This alignment may even take the appearance of a “digital civil society” movement. Silicon Valley NGO Center for Humane Technology (CHT) conflates concerns about “hybrid war” with teen body-image issues on Instagram. CHT’s vanity project, the documentary The Social Dilemma, brought together Valley insiders like Tristan Harris, Soshana Zuboff, and Renee DiResta to present these technocrats as the humane and moral agents able to lead the transformation of tech in our stead.

DiResta is a highly accomplished exemplar of the disinformation field, and her exploits demonstrate how disinformation expertise traverses different professional areas. She is a founding advisor to CHT and head of research at the Stanford Internet Observatory, a crucial institute at the heart of Silicon Valley in which academic tools are developed in partnership with platforms to study disinformation. Her work has been regularly featured in the Atlantic and Wired, and in fora ranging from the Aspen Ideas Festival to the Joe Rogan Experience. She was the lead author of the Senate Intelligence Committee report on the Russian Internet Research Agency on behalf of the now disgraced cyber-intelligence firm New Knowledge, and her national security ties include the Australian Strategic Policy Institute and the Council on Foreign Relations. A former Thiel Foundation fellow, she claims to have been involved with him “before he went reactionary.”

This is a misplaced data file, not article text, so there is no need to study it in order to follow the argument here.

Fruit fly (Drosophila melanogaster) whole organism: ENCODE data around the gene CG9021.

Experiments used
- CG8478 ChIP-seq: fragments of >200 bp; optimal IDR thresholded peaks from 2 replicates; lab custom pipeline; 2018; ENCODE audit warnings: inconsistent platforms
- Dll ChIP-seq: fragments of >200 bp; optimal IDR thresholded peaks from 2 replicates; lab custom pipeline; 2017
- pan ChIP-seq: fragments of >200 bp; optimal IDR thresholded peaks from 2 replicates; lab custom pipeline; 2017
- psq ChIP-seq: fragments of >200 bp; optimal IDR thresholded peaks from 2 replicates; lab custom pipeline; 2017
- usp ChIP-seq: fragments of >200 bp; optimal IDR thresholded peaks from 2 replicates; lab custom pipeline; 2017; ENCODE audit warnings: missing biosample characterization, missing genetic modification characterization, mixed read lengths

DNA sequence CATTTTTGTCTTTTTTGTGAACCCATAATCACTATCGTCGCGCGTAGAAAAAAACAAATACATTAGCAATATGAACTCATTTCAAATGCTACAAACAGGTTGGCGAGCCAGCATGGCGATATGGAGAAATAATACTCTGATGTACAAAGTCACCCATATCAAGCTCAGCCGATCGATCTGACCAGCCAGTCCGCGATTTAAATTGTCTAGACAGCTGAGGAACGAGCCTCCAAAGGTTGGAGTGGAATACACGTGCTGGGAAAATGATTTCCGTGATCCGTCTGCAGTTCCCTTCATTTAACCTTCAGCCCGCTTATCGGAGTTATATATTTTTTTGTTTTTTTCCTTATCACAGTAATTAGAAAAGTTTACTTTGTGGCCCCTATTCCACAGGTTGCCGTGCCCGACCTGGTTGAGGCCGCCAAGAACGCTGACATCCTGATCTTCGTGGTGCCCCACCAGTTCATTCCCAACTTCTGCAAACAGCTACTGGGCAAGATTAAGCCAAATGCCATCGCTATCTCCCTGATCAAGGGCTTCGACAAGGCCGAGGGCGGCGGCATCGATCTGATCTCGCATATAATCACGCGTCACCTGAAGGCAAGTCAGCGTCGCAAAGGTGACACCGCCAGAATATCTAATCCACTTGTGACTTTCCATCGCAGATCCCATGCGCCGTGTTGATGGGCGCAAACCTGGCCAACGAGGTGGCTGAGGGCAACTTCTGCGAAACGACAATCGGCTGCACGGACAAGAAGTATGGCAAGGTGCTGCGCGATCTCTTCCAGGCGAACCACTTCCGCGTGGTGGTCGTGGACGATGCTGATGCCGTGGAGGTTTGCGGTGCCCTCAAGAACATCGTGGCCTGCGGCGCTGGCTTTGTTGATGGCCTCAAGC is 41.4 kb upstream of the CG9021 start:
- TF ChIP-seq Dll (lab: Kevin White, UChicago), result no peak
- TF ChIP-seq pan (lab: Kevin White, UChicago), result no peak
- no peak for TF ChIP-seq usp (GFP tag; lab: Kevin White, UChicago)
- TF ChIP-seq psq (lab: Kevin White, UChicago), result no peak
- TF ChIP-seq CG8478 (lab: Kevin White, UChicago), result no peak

In an interview she gave with CHT cofounder Aza Raskin as part of The Social Dilemma, she neatly demonstrates how truth is ultimately structured by a hybrid war logic. Raskin addresses the camera to tell the audience that DiResta “broke his mind recently”: she had told him that Russian troll farms are involved in pushing anti-fracking content to the West in order to protect Russian state oil interests. This fairly mundane news elicits the following from Raskin:

[Anti-]fracking is just . . . a default position of mine. . . . I don’t really know why I have the opinion about fracking that I do. How is it that I know what I know? The realization that I couldn’t answer that question really hit home for me that I am personally just as influenceable and vulnerable as every other human about things that really matter. . . . That was just a gut punch. . . . I don’t know why I know what I think I know.